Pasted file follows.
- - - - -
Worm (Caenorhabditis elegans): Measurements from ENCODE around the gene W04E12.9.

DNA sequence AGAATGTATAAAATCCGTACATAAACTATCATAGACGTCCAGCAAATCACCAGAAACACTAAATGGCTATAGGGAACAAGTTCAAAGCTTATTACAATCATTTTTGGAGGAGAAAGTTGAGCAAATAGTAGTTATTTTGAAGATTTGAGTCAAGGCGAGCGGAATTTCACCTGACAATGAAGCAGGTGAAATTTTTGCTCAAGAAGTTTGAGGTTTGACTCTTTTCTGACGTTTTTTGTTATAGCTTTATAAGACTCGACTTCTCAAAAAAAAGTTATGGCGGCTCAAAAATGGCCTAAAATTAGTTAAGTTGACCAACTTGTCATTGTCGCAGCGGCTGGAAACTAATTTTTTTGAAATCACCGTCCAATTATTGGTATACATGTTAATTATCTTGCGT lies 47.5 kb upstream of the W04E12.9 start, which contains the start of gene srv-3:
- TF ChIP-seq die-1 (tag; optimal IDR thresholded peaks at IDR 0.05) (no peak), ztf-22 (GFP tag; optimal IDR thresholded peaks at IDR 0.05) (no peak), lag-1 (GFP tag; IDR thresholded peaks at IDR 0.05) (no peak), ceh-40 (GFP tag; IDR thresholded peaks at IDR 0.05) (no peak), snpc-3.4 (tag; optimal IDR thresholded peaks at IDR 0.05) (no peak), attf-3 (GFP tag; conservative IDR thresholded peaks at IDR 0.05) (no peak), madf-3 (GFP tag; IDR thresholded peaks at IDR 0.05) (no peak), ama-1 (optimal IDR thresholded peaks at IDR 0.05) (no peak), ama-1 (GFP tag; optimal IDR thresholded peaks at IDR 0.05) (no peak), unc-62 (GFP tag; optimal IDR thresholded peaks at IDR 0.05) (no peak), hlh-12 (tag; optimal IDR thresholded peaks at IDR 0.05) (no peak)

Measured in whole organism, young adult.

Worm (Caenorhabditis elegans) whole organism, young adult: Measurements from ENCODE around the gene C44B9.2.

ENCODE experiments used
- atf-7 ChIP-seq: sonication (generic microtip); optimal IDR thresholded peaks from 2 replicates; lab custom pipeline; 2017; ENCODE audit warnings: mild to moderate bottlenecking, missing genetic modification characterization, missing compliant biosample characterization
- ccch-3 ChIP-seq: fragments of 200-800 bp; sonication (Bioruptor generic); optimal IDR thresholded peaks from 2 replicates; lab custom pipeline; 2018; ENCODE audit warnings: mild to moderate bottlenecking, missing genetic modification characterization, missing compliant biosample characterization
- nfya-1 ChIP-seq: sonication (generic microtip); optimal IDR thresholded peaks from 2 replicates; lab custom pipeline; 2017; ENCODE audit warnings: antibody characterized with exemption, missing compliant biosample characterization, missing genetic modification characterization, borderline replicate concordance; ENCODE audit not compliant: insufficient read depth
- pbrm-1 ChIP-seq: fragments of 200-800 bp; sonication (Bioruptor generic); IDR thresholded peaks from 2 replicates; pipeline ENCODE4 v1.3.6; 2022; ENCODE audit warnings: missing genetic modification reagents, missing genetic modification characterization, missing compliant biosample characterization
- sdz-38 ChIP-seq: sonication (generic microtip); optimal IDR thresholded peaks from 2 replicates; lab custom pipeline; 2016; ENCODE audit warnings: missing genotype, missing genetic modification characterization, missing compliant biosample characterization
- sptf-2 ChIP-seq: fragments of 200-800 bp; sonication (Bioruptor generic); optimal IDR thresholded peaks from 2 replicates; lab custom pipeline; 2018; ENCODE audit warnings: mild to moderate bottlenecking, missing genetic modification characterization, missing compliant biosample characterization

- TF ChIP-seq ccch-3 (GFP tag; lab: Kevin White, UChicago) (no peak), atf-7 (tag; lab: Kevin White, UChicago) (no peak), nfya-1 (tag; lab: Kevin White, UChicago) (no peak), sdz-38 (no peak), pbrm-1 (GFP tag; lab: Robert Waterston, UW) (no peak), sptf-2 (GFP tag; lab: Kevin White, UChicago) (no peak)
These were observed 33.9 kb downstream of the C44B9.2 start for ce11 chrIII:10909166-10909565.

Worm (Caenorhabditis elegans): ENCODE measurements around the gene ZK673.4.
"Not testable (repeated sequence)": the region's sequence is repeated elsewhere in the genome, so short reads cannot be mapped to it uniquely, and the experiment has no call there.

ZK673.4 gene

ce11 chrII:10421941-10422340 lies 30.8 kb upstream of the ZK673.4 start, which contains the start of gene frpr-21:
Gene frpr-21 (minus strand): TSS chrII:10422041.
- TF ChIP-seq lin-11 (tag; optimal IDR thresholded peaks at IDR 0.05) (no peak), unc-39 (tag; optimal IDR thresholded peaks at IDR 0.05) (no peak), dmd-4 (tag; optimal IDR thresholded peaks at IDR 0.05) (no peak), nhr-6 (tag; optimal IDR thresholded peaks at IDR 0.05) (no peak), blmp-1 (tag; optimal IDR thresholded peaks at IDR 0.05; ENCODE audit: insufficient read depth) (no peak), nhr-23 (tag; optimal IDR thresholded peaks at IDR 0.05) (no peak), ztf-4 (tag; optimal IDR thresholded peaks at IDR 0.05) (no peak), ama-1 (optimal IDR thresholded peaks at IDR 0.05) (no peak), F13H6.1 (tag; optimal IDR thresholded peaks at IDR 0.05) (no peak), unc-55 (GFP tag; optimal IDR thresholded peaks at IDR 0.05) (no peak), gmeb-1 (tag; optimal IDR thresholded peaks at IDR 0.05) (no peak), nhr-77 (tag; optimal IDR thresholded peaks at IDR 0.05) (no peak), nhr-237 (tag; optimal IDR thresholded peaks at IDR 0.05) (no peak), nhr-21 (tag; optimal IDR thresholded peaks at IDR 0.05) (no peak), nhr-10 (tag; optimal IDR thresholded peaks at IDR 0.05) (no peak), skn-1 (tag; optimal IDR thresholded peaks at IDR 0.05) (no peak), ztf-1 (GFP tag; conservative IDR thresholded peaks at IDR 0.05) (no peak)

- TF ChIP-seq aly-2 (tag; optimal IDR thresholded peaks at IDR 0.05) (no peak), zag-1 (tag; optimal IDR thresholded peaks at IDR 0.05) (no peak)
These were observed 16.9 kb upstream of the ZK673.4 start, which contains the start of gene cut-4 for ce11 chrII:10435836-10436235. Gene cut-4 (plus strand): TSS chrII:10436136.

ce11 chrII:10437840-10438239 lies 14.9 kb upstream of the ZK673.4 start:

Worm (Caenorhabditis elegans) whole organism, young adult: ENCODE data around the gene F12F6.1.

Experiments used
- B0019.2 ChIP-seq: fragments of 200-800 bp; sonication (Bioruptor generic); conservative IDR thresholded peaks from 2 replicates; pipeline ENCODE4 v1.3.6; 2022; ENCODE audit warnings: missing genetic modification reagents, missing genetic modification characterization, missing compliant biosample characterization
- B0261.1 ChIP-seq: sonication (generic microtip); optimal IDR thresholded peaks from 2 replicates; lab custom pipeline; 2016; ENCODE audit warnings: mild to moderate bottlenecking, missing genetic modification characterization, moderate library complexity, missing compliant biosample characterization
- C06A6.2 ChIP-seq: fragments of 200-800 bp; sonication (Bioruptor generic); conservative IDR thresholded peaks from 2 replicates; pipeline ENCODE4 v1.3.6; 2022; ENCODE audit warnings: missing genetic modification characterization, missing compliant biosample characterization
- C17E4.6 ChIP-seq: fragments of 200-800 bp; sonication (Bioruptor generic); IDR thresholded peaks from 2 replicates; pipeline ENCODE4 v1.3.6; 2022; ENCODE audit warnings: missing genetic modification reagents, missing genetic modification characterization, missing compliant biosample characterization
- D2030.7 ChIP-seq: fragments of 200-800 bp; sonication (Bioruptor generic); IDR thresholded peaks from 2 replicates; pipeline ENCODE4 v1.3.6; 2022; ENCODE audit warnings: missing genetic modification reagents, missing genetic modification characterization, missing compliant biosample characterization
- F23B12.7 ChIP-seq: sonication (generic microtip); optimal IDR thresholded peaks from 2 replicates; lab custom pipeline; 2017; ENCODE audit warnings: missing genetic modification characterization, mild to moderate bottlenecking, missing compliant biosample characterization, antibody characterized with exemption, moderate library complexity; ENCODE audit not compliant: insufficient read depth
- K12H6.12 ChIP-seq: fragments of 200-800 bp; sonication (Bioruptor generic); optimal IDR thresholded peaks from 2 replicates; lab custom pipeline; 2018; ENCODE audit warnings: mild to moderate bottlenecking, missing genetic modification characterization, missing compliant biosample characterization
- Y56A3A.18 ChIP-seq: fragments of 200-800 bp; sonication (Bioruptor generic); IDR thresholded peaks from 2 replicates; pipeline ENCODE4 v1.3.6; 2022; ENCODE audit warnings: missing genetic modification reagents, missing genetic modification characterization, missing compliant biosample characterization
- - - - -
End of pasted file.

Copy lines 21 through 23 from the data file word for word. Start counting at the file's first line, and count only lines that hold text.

- TF ChIP-seq aly-2 (tag; optimal IDR thresholded peaks at IDR 0.05) (no peak), zag-1 (tag; optimal IDR thresholded peaks at IDR 0.05) (no peak)
These were observed 16.9 kb upstream of the ZK673.4 start, which contains the start of gene cut-4 for ce11 chrII:10435836-10436235. Gene cut-4 (plus strand): TSS chrII:10436136.

ce11 chrII:10437840-10438239 lies 14.9 kb upstream of the ZK673.4 start: